In Kolkata, a 25-year-old student was in for a rude shock, when she stepped out to buy some supplies and ended up getting told by a woman that she should be raped. The Jadavpur University student has alleged that a middle-aged woman said that she should be raped, since she was wearing shorts. When the altercation intensified, the woman slapped the student twice, before fleeing from the scene. A few months ago, another woman was caught on camera, inciting men to rape a girl wearing shorts. This dress policing that women face from other women is the result of internalisation of patriarchy, which leads them to believe that women are accountable for their own safety and that men have every right to lay their hands on a woman who dares to dress ‘provocatively’.
- A Kolkata based student has alleged that a middle-aged woman said that she should be raped since she was wearing shorts.
- This isn’t the first incident of women instigating rape of women who wear short clothes.
- A lot of women internalise patriarchy due to orthodox conditioning.
- While what this woman did was wrong, should we judge women for their beliefs, or try and establish a dialogue with it.
This dress policing that women face from other women is the result of internalisation of patriarchy, which leads them to believe that women are accountable for their own safety.
One would think that women can understand the struggles of other women, and thus root for their agency. Women have the right to wear what they want to, and yet we often face intense scrutiny from our female peers who have a conservative mindset. Don’t we all know that one woman who brands skirts above a certain length vulgar? Who steadfastly believes that girls who wear shorts are ‘loose’ or ‘fast’? Who wouldn’t approve of a prospective bride simply because she wears crop tops or ganjis?
Such women have spent a lifetime living by patriarchal rules, wearing, speaking, behaving and even eating in order to appease men in their family. That is the cost of survival, or a stable marriage or even humane treatment numerous women have to pay and thus we shouldn’t be judging them. Eventually women who have to sustain themselves and their daughters in patriarchal setups, end up passing down the very values which have led to their oppression, generation after generation. With rise of polarisation in our society, the orthodox set up has now developed a zero tolerance policy for any deviance from social norms, and sadly some women have ended up becoming their flag bearers.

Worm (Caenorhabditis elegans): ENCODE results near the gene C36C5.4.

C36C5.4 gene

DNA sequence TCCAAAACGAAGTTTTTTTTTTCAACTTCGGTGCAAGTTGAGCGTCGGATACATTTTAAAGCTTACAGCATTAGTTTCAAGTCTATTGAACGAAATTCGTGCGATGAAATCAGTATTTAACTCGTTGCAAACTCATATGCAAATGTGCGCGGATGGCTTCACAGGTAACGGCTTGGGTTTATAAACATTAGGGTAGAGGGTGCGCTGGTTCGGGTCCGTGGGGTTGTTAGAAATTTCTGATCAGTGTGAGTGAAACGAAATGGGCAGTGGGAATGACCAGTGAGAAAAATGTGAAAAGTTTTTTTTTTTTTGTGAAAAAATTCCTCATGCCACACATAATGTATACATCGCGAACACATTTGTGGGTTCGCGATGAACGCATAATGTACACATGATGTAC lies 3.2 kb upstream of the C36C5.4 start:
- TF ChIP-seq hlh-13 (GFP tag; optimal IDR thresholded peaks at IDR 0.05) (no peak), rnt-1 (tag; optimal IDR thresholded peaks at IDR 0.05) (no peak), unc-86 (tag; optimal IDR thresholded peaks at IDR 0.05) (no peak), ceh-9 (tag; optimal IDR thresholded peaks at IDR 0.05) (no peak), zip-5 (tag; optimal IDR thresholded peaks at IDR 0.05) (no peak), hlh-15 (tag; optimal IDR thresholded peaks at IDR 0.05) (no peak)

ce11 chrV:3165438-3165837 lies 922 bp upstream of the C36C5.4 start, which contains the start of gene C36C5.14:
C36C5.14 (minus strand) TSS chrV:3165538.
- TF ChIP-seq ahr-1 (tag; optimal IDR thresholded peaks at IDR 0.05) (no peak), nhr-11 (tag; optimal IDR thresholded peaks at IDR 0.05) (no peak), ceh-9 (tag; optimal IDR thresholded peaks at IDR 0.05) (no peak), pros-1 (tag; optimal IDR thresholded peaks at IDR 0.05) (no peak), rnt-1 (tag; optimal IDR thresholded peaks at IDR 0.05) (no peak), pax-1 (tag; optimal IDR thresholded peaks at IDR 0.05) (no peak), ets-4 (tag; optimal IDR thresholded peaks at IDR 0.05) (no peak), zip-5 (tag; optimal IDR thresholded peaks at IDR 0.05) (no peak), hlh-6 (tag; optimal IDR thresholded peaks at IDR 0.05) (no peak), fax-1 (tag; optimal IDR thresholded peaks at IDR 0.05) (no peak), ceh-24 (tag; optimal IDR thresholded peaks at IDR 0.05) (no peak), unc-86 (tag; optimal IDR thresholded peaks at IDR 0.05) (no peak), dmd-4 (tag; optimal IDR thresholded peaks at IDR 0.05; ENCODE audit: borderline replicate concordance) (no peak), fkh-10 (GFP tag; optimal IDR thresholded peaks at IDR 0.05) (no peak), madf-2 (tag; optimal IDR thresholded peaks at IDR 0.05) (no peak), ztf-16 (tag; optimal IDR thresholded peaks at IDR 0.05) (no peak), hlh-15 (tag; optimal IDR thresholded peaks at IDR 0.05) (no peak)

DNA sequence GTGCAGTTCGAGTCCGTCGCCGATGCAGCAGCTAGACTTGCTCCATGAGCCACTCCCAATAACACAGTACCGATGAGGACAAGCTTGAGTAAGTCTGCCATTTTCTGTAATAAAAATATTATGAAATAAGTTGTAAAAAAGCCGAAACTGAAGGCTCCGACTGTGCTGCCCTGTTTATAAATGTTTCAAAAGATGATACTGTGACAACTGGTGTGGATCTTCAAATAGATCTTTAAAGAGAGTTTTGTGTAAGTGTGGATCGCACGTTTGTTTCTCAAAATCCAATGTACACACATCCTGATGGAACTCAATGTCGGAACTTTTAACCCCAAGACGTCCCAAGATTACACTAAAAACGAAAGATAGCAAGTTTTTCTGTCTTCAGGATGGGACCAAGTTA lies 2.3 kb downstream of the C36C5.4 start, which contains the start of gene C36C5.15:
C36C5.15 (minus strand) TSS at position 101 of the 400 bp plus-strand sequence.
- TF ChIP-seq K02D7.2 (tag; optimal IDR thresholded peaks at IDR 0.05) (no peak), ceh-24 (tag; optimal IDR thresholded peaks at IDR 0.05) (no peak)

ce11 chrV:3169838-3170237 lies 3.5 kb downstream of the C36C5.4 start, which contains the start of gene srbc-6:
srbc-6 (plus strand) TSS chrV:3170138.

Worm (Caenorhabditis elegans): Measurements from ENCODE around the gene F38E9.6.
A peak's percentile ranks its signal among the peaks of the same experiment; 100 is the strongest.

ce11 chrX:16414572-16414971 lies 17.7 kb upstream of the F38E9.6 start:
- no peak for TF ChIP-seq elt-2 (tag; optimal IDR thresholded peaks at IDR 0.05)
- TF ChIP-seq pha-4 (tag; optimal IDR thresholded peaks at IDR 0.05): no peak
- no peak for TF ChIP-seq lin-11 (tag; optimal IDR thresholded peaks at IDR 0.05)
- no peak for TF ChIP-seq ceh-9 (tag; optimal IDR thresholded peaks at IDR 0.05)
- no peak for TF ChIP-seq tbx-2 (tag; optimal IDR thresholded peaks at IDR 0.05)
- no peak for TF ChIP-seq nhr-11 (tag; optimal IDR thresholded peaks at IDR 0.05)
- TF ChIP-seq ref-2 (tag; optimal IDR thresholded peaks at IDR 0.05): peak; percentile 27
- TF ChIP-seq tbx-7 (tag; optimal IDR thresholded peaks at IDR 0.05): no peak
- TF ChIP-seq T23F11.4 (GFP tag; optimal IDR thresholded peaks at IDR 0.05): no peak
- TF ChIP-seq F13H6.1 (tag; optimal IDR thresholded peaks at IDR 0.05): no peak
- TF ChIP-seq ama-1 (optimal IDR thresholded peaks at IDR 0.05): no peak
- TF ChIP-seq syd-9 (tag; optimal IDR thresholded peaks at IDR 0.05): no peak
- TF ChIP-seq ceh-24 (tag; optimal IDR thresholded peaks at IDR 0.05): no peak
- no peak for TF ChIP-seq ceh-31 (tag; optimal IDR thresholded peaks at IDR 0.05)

How do we get through to women and men who believe patriarchal convictions so deeply? How do we tell women and men to stop seeing rape as a consequence, but rather as a crime?
Just like there are men championing women’s rights, we have women advocating patriarchal norms, and this shows that it isn’t about men versus women, it about oppressive beliefs and conditioning. Women are as susceptible to it, as are men. What this woman has allegedly done is unforgivable and she deserves to face legal consequences for her actions. She was in no place to police another woman, or to feel entitled enough to slap her. But that’s how moral righteousness works.
How do we get through to women and men who believe in patriarchal convictions so deeply? How do we tell them to stop seeing rape as a consequence but rather as a crime? Is normalisation of rape threats and violence against women on social media and on our streets to be blamed? Or does the blame lie with the deepening rift between modern and orthodox India, which has led to a massive communication gap? These are questions we need to ask ourselves and those around us, if we truly intend to find a solution.
The most obvious place to start with is to talk. Speak to women around you. Instead of judging them for their orthodox views, try and understand the rationale behind them. Look at the lives they have led empathetically. This will help you engage in a positive dialogue and hopefully prevent other women from harbouring the belief that women who wear short clothes are asking to be raped and that it is natural for men to have an objectifying gaze.
Yamini Pustake Bhalerao is a writer with the SheThePeople team, in the Opinions section. The views expressed are the author’s own.